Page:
Jay Family Stories – William Jay and Prudence Crandell

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The family story this month revolves around Prudence Crandell, a schoolteacher in Canterbury, Connecticut. Crandell, a white woman, was arrested for allowing black students to attend the female boarding school she operated. William Jay, a prominent member in the American abolitionist movement, took an interest in Crandell’s plight and eventual court case, becoming an advisor…

Jay Family Stories – The Vanderbilt Wedding

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Rockefeller, Morgan, Livingston, Astor. Names that will forever be associated with Gilded Age opulence. However, one cannot begin to think about the late 19th century without the name that would become synonymous with New York high society: Vanderbilt. Alva Smith Vanderbilt was determined to launch the Vanderbilt family into the social stratosphere after she married…

Jay Family Stories: Douglas Chandler

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Although we have a Jay Family Story about the heroic Adam Von Trott who tried to defeat Adolf Hitler by leading a revolution from within the German government, we also have a Family Story about a Nazi sympathizer and propagandist, Douglas Chandler. Chandler is related to the Jay family through his marriage to Laura Jay…

Jay Family Stories: John Jay II and the Huguenot Society of America

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The Huguenot Society of America was organized in 1883 to promote the cause of religious freedom, and to commemorate the memory of the Huguenots who fled France and settled in the United States. Much of the organizing and promoting that went into creating this society was facilitated by John Jay II, whose great-great grandfather Auguste…

Jay Family Stories: John Jay II and Stephen Myers

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During the years leading up to the Civil War, when tensions were highest, John Jay II and famed abolitionist Stephen Meyers worked closely to help enslaved persons escape to Canada along the Underground Railroad. Jay used his position as an attorney to free people escaping enslavement through the courts in New York City, while Myers,…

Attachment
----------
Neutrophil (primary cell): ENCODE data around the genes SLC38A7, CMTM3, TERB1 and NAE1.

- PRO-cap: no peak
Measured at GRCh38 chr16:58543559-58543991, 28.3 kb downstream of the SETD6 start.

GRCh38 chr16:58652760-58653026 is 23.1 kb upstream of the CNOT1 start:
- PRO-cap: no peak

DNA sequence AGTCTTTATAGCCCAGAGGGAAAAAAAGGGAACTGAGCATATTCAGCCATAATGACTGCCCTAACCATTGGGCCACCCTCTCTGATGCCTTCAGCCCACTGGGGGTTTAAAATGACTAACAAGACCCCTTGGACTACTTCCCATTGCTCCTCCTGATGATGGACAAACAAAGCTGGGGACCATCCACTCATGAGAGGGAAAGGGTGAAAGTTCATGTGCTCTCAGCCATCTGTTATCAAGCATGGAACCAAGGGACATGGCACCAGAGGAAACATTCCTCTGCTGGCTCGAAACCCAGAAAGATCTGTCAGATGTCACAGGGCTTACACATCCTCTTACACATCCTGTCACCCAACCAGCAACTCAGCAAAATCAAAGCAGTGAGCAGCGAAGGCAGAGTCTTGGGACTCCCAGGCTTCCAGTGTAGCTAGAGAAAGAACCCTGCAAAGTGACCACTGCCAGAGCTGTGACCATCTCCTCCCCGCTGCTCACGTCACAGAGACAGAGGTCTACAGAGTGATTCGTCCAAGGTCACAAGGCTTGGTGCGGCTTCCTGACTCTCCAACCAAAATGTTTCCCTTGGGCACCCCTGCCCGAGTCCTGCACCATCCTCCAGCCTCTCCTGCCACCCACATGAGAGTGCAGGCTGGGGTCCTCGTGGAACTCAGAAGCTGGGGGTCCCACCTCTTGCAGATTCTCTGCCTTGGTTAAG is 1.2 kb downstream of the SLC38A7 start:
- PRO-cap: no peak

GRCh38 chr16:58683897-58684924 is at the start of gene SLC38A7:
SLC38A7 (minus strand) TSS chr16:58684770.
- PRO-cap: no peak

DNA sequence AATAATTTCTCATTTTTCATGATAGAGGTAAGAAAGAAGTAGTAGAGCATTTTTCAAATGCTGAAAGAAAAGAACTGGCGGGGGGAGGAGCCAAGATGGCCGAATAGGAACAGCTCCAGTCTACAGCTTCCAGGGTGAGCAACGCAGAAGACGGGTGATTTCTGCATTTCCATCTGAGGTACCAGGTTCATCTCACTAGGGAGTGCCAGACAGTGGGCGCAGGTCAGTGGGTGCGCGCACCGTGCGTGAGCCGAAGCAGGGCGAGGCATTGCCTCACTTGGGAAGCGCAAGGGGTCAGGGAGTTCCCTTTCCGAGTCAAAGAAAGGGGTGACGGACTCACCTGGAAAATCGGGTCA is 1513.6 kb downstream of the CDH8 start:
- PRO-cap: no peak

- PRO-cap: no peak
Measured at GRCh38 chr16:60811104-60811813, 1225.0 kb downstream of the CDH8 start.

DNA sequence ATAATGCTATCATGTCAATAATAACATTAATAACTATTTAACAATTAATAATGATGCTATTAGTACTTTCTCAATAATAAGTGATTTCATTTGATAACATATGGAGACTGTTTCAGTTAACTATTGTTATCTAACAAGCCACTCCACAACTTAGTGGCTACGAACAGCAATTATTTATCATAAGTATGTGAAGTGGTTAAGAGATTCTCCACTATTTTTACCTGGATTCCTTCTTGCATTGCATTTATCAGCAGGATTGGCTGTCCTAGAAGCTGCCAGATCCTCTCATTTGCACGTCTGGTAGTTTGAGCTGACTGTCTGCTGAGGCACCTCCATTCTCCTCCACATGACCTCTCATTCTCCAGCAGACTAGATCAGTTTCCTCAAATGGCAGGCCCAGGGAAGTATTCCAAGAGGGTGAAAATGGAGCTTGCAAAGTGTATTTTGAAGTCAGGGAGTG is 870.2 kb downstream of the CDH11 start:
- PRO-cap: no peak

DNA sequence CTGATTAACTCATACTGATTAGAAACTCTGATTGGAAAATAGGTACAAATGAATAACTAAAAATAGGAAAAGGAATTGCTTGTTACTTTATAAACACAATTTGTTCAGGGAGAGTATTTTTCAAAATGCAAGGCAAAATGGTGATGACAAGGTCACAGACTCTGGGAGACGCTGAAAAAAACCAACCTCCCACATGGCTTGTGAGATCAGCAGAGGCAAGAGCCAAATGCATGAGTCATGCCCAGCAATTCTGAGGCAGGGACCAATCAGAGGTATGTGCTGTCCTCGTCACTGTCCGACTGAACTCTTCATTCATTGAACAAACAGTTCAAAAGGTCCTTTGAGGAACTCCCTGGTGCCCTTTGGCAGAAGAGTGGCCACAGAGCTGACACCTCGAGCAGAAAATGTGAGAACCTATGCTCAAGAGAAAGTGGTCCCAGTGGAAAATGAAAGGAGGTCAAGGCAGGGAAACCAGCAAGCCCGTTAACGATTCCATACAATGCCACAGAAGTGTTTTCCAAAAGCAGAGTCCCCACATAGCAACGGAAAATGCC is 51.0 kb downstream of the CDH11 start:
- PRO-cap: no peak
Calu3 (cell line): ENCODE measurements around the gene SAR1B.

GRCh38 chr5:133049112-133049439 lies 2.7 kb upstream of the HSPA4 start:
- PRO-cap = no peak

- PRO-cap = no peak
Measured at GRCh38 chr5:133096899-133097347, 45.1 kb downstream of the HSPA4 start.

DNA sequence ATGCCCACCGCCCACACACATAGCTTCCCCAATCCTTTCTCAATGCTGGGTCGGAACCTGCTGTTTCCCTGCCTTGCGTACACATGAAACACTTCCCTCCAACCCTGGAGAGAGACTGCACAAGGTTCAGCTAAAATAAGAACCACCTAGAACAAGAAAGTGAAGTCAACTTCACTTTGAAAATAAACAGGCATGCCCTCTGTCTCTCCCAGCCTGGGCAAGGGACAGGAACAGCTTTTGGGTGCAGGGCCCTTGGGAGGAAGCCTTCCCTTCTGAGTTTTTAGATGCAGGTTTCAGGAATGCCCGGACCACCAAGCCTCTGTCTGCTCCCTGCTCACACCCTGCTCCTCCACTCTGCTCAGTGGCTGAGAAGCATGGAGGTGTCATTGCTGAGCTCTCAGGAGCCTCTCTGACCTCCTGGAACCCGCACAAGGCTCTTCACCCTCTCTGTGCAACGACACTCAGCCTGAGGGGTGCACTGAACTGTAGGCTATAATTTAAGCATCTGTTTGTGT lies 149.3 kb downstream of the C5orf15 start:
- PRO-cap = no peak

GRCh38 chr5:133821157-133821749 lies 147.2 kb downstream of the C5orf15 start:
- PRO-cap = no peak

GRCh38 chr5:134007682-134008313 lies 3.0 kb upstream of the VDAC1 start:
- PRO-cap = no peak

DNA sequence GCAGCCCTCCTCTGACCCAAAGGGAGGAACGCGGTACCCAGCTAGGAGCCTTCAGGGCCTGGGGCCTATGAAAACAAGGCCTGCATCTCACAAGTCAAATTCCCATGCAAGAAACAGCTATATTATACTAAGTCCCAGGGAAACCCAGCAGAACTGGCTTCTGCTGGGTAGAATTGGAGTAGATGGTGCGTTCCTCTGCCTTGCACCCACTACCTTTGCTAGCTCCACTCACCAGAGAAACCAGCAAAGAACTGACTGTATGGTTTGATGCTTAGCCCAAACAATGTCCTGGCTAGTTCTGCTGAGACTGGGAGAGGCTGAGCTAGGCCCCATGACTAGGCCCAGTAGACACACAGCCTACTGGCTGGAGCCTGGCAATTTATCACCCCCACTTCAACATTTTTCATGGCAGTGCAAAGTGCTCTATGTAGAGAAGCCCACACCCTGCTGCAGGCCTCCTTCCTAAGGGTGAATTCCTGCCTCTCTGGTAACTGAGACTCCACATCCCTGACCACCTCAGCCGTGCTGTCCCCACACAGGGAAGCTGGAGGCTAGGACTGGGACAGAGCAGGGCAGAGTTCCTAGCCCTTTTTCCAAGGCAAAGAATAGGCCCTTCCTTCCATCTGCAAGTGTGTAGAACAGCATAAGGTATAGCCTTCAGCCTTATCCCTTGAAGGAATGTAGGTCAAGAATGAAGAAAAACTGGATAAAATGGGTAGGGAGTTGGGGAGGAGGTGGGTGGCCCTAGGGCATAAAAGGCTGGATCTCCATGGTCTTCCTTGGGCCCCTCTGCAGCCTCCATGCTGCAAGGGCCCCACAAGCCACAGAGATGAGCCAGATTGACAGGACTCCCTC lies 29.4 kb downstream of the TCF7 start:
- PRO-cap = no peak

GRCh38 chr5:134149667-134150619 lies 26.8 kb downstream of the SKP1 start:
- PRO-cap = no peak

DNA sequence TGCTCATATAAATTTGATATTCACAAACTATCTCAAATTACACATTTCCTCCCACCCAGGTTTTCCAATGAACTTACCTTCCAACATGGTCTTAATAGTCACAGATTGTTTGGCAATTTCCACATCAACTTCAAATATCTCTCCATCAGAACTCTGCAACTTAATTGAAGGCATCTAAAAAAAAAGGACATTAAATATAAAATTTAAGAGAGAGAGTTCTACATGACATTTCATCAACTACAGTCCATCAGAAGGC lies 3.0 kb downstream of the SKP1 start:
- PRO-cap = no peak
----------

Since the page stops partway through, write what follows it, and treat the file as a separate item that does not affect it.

Jay Family Stories: Chanler Chapman

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This month’s story looks at one of the most interesting and eccentric Jays of the 20th century, Chanler Chapman (1901-1982). Chanler was the only son of American writer John Jay Chapman (1862-1933) and Elizabeth Chapman (1866-1937). John was the great-great grandson of John Jay (1745-1829), and Elizabeth was an Astor descendant. Chanler grew up on…

Jay Family Stories: John Jay II and the Founding of the Met

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John Jay II (1817-1894) played an integral role in the founding of The Metropolitan Museum of Art. His position as President of the Union League Club of New York City enabled him to bring together prestigious artists and philanthropists together to create an art institution that would best represent America’s unique national identity. It all…

Jay Family Stories: Anne Erwin and Mary Jay Okill

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This month’s family story takes a closer look at early feminism in the Jay family.  John Jay once wrote to his daughter Sarah Louisa, “I am not anxious that you should be what is called a ‘learned Lady’ but it would mortify me to have any of my children classed with the ignorant and illiterate.” …